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Design West Michigan hosts a talk about art versus design

Design West Michigan recently hosted a panel discussion about the difference between art and design at Kendall.
The panel at Design West Michigan.

The panel at Design West Michigan. /Chris Bell

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Thursday night at Kendall's newly rennovated Federal Building, Design West Michigan hosted a panel discussion with Andrew Blauvelt and Joseph Rosa, with Susan Szenasy moderating. The topic was “The Difference Between Art and Design” and a little bit of what they discussed was on topic, the rest was tangentially related. They arrived on the topic of architecture as art and stayed there.

We normally think of architecture as design, but design involves working with a client and creating a product that is functional for them. If architecture is functioning only as an expression of what the architect wants, it ceases to be design and becomes something closer to a commissioned piece of art. This led the conversation to museum design, where it stayed for a great portion of the talk. They discussed the value of landmark art museums, buildings that function as attractions unto themselves, let alone the art inside. The downside of this type of building is that often, they are ineffective at actually displaying art. There should be some balance that can be achieved between the two, a building by a big-name architect that still achieves the desired function, but that balance is hard to find. They also touched on the topic of art museums that involve modern additions to older buildings, which would have been interesting to elaborate on, and would have tied in nicely with the recent renovations of the Federal Building.

This discussion, while intriguing, would have been much better suited to a panel about architecture as art than a panel about the difference between art and design. In fact, the first question from the audience was “What is the difference between art and design?” which earned a few laughs. In his answer, Blauvelt touched on something that I wish everyone had talked about more, the fact that context matters. If you put an Eames LCW on a pedestal in a museum, does it inch closer to becoming art? If it's inching toward art, does it move away from design, or can it exist in both spheres? If someone who was trained only in design starts to create designs for which there is no client, is that art? Are commissioned artworks somewhat like design?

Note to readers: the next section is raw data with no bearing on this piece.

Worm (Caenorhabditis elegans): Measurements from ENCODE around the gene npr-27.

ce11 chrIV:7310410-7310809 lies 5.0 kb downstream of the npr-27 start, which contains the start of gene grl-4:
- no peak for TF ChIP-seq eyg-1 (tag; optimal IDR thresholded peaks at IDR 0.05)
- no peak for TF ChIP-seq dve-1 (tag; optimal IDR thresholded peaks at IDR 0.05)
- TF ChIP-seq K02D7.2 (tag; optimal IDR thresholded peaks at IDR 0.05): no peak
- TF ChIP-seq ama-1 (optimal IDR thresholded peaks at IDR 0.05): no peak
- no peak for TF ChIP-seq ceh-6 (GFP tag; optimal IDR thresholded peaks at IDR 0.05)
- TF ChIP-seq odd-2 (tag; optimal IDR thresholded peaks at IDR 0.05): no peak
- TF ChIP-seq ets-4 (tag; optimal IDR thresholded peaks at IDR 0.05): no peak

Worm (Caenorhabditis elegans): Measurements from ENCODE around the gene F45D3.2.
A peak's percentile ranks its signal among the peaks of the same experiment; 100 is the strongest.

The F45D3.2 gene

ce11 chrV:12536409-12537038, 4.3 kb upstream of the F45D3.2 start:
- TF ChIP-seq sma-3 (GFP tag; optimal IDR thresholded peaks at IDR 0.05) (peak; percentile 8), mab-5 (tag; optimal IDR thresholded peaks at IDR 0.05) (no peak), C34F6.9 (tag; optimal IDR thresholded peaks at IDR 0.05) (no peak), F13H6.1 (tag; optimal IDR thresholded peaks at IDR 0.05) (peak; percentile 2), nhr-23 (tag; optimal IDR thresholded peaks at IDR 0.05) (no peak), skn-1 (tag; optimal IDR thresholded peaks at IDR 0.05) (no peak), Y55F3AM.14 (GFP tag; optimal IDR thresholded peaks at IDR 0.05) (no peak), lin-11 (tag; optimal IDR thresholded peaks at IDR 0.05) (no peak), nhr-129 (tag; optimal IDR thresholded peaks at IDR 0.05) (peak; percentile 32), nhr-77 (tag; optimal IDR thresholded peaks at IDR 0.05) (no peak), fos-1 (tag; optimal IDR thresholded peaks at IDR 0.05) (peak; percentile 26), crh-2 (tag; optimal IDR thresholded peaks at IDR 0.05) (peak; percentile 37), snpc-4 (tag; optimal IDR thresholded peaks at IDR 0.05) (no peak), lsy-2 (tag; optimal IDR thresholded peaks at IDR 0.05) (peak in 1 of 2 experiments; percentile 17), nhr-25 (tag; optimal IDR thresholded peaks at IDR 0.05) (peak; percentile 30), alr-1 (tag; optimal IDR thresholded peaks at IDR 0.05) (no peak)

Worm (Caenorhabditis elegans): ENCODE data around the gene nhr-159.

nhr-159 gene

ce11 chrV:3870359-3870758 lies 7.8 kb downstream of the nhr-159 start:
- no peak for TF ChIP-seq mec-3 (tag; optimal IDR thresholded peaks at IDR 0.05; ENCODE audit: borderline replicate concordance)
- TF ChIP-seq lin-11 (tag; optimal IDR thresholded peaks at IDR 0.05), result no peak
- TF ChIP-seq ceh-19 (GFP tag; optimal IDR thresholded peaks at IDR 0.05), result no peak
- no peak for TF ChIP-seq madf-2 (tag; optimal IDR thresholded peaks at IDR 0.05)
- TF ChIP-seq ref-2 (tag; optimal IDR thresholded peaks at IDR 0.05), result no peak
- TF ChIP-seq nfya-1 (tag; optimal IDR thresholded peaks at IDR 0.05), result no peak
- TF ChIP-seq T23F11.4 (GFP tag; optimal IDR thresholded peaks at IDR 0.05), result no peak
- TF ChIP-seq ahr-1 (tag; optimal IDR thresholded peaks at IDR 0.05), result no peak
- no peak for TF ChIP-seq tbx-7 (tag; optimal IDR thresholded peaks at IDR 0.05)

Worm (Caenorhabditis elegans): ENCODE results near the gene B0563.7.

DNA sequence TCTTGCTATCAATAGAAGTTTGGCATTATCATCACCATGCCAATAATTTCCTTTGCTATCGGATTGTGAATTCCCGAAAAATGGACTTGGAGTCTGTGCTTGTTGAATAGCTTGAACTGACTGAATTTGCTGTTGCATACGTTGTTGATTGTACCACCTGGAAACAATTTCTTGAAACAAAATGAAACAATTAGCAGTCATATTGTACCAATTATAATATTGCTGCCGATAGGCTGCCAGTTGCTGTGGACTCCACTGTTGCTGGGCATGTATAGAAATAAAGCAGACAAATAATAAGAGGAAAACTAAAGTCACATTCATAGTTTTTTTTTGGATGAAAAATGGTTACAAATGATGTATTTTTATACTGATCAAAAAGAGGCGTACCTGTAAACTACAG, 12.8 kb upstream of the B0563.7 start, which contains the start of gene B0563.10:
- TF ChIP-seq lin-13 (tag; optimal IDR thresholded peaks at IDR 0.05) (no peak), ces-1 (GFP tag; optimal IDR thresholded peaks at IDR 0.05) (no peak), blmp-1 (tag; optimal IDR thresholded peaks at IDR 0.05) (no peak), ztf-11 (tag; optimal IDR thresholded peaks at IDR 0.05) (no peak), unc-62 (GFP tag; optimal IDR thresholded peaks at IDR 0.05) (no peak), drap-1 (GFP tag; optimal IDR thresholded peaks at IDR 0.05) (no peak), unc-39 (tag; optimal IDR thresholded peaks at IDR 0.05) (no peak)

Why does the difference between art and design even matter? I think one of the people on the panel mentioned this, but it wasn't discussed much. I don't think that there needs to be a defined rule or a line between the two, and I think that trying to keep them separate is counterproductive and discourages collaboration. I wish that question, the supposed topic of the panel had been discussed more, because I think that they would have come to a similar conclusion, that the difference between art and design is not really something that we should care about.

Overall, the event could have been coordinated better. The venue wasn't made for this sort of thing, and there were some issues with the sound system. From what I overheard, there was space for 300 people, but 400 attended. That meant that many people were watching on tv screens from the lobby of the Federal Building or from Kendall's main building. For future events, I think that Design West Michigan should try to find a larger venue, and see what can be done about the sound situation.

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